We were recently featured by The Miami Herald in their Business Monday series.
Startup Spotlight: Specialty Telehealth Services
Concept: Specialty Telehealth Services (STS) integrates complex telehealth systems to produce positive health impacts. STS owns and operates a 24-hour Response Center providing teletrauma services and is also implementing a Latin American Telestroke Network.
Story: The idea for STS stemmed from the introduction of CNN to Latin America and Brazil in 1988. For 15 years, Orlando and Rosalina Vallone ran a satellite and cable television operation that allowed the retransmission of U.S. networks and cable channels to countries in this region.
That experience led to the couple’s decision to invest in telehealth solutions. The technology advancements that made radiology image transmissions and educational applications for satellite communications possible, they realized, could also help save lives. “Our telemedicine platform allows us to connect doctors from across the globe, even in the most remote areas, and use telehealth solutions to target widespread health problems like stroke in Latin America,” said Orlando Vallone.
The couple relocated from Atlanta to Miami and set up business in Miami’s Health District, the second largest in the U.S. “Having our headquarters in a hurricane-resistant, high-technology building that would provide the bandwidth interconnectivity and within close proximity to the Latin American markets we wanted to target,” was ideal, Vallone said.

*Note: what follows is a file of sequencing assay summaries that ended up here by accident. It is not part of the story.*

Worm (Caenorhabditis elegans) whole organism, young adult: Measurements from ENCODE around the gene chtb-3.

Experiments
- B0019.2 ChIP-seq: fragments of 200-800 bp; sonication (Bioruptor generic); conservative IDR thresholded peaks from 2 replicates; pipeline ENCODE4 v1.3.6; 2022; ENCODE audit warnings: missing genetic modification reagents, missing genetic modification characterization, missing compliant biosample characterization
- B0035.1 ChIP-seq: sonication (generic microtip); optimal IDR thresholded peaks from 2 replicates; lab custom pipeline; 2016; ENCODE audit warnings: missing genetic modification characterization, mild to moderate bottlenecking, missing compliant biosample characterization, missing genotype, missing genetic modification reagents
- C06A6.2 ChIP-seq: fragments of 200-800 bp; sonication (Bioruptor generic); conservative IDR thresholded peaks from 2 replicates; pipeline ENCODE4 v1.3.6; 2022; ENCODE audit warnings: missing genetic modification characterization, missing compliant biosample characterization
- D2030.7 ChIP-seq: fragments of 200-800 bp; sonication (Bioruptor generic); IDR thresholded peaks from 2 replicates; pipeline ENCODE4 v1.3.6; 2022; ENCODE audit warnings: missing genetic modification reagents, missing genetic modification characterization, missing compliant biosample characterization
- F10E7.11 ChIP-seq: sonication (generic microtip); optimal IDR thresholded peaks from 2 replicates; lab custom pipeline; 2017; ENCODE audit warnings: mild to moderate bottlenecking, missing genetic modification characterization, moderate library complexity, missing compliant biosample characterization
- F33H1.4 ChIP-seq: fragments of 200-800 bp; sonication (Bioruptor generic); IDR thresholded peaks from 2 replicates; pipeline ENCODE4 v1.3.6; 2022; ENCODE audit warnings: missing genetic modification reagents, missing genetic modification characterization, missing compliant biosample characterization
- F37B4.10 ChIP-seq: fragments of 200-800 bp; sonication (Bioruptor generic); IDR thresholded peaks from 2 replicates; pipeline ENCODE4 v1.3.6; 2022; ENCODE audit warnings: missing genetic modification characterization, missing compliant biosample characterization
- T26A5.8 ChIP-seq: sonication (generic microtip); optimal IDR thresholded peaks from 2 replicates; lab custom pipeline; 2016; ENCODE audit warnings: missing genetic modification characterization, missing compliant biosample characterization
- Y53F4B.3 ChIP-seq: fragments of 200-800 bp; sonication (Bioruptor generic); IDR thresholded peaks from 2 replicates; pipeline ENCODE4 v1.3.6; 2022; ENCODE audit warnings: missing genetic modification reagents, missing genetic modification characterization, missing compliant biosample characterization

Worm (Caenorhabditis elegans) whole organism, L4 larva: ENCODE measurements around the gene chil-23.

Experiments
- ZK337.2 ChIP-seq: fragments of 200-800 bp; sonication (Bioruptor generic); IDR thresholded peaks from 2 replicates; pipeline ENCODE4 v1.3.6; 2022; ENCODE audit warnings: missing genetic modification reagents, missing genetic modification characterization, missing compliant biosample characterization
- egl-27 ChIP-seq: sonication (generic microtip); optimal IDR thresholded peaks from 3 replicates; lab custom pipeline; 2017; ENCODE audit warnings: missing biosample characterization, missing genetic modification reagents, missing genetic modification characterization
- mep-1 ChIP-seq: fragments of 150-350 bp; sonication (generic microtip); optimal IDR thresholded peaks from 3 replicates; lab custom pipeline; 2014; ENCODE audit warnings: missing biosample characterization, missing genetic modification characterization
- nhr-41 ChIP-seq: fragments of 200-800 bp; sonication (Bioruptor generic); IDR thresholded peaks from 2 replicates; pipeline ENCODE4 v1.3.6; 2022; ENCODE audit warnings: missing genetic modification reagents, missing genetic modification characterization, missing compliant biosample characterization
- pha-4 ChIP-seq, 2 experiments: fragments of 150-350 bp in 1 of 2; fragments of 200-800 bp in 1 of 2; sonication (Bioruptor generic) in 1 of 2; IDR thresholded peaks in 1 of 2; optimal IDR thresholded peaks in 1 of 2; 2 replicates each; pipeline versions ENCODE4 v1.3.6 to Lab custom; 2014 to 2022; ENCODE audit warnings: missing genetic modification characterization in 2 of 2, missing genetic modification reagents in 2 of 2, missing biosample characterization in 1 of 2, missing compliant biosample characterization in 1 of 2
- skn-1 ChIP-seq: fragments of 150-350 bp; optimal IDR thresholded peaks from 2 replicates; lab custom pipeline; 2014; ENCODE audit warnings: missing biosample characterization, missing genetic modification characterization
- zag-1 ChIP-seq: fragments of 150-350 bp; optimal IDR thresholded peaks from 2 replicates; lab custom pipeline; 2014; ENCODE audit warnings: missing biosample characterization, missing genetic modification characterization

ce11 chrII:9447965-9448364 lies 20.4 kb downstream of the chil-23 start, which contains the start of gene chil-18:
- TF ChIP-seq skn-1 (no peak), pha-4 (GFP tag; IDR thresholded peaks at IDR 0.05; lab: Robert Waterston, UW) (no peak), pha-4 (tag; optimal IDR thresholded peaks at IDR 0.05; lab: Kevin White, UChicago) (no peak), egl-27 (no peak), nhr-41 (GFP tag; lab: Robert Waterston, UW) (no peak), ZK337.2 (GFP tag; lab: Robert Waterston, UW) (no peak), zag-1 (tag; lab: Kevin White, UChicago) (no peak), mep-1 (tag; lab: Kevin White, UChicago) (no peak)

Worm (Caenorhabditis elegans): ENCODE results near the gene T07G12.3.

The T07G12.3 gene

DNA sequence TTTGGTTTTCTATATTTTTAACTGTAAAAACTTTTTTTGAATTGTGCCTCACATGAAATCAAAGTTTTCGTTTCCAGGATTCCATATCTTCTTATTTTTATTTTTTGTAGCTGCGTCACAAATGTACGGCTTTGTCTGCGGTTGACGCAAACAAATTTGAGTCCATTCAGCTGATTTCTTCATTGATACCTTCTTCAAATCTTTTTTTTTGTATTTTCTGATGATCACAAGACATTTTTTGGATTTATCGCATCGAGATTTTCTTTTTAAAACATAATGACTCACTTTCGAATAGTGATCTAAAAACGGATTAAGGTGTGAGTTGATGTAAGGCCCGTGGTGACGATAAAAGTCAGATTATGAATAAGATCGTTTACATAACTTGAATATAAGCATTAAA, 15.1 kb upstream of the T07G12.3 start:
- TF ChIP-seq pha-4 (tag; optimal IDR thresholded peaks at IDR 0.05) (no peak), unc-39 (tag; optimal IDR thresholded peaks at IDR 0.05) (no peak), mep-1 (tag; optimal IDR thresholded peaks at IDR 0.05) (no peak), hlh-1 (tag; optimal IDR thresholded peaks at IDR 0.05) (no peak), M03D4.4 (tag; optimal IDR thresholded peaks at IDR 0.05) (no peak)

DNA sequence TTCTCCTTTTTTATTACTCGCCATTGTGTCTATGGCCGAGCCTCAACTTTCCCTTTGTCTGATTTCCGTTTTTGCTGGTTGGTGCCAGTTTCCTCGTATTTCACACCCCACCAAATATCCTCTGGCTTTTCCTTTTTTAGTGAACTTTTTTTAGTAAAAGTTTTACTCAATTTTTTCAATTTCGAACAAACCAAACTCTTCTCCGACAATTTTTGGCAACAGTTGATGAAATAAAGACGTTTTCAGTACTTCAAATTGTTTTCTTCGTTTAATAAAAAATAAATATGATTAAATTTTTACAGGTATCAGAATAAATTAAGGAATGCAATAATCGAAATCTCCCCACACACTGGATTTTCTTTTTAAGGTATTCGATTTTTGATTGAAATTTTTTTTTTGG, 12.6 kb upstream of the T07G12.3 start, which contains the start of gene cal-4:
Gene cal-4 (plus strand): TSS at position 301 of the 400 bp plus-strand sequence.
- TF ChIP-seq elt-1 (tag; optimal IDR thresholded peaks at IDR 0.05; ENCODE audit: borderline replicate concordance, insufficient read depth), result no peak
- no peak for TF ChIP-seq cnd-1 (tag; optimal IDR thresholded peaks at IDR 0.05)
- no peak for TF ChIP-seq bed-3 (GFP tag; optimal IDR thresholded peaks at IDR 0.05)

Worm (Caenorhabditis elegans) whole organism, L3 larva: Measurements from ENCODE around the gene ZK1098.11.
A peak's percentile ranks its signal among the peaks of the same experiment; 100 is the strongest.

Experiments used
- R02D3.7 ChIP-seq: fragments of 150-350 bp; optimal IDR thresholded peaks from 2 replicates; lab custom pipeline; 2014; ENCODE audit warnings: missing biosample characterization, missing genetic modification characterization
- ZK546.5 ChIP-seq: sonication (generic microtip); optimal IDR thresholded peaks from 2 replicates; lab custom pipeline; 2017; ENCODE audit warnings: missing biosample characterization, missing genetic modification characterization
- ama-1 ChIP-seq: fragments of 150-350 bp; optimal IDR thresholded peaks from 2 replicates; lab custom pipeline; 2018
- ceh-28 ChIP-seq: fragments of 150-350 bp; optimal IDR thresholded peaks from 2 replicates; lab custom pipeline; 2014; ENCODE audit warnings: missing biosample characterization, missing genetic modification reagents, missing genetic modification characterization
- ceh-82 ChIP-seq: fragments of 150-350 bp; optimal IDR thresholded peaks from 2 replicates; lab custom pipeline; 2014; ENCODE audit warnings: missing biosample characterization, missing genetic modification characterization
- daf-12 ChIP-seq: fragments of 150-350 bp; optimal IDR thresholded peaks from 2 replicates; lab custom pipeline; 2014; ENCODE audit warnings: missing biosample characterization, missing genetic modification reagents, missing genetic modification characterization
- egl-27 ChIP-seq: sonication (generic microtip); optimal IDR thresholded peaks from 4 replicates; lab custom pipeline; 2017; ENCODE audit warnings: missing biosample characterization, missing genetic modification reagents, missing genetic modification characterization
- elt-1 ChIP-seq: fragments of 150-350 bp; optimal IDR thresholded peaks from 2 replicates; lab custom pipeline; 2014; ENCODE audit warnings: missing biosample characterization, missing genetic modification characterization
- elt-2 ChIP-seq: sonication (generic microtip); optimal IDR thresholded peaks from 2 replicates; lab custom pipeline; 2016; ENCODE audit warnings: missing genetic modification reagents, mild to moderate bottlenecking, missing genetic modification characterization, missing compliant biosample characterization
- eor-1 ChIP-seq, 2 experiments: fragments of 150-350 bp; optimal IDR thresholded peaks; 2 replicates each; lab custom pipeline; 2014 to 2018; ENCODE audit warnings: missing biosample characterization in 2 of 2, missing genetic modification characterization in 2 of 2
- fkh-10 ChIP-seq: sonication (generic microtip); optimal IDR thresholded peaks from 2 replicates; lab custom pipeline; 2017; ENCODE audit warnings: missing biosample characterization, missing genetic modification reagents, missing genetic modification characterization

Launched: May 2011.
Headquarters: Miami Innovation Center in the Life Science & Technology Park.
Management team: Orlando Vallone, president, and Rosalina Vallone, vice president of operations (pictured above).
No. of employees: STS has grown from four employees to a team of 14 today; the group includes 12 dedicated communications specialists.
Financing: Self-funding and government contracts.
Recent milestones: Initial implementation of the telestroke network. Expanded the telemedicine services to connect U.S. doctors with patients in Mexico and Latin America for second-opinion medical consultations via a partnership with Praximo. Expanded the adoption of the Spanish and Portuguese versions of the image-sharing platform to help telemedicine users and physicians exchange radiology images securely.
Biggest startup challenge: Educating and getting members of the healthcare system and governmental agencies in various countries to understand the effectiveness and benefits of investing in telehealth.
Next step: To further expand international business opportunities in countries such as Peru, Brazil and Mexico and get Latin American healthcare sector and government leaders to understand the telehealth concept. “We plan to pursue this by meeting with officials and attending conferences in these countries to showcase our systems and educate stakeholders on our services and how we can help make their healthcare systems more efficient and cost-effective,” said Vallone.
Strategy for next step: Expand mission to improve trauma and stroke treatment, its education and implementation based on telehealth applications. By creating more partnerships with specialists and medical institutions throughout Latin America, the STS will be able to expand its telestroke network and improve the response time and accurate diagnosis of patients.